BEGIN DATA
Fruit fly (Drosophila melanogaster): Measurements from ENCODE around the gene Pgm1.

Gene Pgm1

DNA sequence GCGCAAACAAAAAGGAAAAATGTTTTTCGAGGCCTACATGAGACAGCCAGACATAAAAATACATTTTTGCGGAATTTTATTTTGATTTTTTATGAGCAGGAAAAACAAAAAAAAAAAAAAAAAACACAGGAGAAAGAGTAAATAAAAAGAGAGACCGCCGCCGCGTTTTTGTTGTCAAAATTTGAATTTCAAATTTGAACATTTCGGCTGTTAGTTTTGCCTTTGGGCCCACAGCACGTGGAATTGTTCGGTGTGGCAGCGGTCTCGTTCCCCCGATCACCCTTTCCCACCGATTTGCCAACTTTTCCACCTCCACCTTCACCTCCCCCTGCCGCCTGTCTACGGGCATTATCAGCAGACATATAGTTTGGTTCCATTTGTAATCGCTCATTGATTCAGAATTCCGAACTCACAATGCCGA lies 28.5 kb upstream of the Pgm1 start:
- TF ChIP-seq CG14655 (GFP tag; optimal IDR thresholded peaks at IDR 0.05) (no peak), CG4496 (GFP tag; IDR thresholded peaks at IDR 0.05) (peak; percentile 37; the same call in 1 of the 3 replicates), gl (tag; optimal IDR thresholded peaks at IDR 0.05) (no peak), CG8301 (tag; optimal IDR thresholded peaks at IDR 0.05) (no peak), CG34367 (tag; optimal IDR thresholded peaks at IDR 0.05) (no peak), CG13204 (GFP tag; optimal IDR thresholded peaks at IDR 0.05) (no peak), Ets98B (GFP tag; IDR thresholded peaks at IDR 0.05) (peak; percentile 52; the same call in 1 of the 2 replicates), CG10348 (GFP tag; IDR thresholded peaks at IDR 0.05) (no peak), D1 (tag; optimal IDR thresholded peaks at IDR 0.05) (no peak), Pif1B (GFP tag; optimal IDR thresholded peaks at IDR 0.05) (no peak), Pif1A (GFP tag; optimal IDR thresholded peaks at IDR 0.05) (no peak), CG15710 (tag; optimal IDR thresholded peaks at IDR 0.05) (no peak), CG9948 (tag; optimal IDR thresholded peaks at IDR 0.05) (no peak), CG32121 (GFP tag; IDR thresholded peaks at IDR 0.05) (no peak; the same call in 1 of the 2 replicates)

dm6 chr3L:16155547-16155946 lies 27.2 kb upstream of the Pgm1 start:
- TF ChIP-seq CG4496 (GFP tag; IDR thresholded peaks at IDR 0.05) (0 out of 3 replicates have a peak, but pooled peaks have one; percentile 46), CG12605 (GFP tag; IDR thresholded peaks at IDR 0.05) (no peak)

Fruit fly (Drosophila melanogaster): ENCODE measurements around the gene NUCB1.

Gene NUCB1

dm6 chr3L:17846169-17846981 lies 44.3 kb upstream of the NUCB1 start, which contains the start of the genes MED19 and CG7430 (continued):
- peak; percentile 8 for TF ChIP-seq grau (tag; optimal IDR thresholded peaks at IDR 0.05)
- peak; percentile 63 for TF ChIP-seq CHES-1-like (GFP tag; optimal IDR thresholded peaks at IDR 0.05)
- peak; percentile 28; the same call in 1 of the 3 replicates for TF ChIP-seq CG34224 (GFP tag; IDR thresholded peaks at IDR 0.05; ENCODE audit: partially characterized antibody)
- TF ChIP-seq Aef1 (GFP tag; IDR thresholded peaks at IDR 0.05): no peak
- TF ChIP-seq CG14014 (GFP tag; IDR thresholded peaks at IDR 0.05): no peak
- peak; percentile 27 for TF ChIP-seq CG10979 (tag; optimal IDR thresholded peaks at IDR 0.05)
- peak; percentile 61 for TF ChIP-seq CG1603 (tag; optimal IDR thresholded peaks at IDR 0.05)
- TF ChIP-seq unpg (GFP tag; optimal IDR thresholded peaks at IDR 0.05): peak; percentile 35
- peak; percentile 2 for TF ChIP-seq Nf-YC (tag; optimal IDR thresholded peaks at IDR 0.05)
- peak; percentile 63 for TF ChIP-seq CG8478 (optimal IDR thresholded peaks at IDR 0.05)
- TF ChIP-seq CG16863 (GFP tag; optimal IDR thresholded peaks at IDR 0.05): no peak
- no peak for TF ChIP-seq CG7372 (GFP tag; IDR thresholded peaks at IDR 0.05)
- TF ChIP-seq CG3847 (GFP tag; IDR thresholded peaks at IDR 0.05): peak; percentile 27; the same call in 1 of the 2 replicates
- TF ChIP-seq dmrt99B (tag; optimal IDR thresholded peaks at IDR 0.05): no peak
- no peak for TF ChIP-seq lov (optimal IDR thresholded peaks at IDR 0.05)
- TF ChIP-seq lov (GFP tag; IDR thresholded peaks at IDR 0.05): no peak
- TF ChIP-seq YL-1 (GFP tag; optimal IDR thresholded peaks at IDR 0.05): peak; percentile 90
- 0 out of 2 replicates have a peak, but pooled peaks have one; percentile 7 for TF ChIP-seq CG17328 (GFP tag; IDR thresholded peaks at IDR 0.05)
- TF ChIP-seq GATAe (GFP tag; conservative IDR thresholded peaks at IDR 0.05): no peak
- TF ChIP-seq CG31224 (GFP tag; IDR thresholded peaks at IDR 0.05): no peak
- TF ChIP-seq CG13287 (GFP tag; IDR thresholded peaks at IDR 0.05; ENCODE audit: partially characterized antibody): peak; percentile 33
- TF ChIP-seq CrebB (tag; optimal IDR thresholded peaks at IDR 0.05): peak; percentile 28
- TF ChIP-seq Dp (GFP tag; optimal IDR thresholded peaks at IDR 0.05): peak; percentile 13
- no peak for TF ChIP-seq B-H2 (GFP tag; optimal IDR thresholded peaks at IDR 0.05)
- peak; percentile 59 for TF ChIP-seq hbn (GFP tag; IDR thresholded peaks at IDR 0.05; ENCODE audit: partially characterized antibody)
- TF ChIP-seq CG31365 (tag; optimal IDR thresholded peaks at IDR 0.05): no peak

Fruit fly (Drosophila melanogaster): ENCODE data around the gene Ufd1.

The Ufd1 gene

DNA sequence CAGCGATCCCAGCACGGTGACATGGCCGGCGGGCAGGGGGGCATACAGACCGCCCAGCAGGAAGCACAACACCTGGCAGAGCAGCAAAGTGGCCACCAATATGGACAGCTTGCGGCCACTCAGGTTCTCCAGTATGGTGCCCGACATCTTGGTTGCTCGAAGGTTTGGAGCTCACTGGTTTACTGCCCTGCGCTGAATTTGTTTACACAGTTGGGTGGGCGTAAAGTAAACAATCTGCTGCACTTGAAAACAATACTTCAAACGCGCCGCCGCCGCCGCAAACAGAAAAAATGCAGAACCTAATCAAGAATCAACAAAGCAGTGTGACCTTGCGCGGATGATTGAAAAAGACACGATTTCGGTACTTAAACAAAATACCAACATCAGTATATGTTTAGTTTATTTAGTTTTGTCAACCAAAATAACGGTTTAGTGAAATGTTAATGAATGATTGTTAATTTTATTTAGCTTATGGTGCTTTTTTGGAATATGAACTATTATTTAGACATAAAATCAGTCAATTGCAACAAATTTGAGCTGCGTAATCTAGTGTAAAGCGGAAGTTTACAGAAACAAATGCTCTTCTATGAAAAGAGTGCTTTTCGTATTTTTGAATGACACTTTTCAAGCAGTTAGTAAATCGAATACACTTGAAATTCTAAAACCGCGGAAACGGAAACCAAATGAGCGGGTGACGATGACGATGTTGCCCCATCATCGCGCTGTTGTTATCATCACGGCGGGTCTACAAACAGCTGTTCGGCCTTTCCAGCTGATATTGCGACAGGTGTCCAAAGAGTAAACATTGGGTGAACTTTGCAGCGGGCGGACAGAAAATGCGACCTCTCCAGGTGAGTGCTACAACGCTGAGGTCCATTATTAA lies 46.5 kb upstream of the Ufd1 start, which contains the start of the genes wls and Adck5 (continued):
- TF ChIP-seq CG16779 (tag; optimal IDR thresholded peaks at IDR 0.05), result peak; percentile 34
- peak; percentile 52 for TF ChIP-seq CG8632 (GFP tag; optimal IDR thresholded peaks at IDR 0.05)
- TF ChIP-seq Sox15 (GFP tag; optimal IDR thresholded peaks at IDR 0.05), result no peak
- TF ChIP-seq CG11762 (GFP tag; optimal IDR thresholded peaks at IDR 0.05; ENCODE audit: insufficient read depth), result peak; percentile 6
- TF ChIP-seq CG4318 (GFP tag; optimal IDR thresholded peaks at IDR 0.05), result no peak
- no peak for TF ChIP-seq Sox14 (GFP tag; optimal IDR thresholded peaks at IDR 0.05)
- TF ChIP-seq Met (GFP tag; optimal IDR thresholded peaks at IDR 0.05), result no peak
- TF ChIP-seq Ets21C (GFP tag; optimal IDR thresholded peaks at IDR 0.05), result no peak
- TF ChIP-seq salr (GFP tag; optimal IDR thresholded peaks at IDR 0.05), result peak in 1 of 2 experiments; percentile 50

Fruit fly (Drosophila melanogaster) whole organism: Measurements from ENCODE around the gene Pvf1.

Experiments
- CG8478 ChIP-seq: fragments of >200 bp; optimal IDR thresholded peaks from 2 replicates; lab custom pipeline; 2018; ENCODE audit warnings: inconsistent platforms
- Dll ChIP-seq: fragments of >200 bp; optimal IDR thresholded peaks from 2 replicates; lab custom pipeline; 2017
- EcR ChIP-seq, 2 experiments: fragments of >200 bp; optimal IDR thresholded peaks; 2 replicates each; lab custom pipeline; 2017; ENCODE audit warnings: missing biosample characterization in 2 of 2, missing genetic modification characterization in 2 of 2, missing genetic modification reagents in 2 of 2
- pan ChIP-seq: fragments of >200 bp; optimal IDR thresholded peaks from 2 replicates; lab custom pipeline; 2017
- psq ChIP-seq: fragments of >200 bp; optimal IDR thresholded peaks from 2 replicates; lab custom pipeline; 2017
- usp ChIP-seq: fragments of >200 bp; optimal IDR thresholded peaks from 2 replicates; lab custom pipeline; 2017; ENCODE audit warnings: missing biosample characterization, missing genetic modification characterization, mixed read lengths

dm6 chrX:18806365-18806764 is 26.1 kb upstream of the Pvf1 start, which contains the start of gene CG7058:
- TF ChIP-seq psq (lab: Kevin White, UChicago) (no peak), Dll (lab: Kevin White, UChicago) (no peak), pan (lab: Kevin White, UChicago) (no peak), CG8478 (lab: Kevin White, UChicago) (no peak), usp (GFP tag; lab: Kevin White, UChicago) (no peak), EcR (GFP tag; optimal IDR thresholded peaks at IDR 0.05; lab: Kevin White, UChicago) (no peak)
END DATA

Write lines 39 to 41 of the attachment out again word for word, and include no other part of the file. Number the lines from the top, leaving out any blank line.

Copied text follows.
- TF ChIP-seq CG16779 (tag; optimal IDR thresholded peaks at IDR 0.05), result peak; percentile 34
- peak; percentile 52 for TF ChIP-seq CG8632 (GFP tag; optimal IDR thresholded peaks at IDR 0.05)
- TF ChIP-seq Sox15 (GFP tag; optimal IDR thresholded peaks at IDR 0.05), result no peak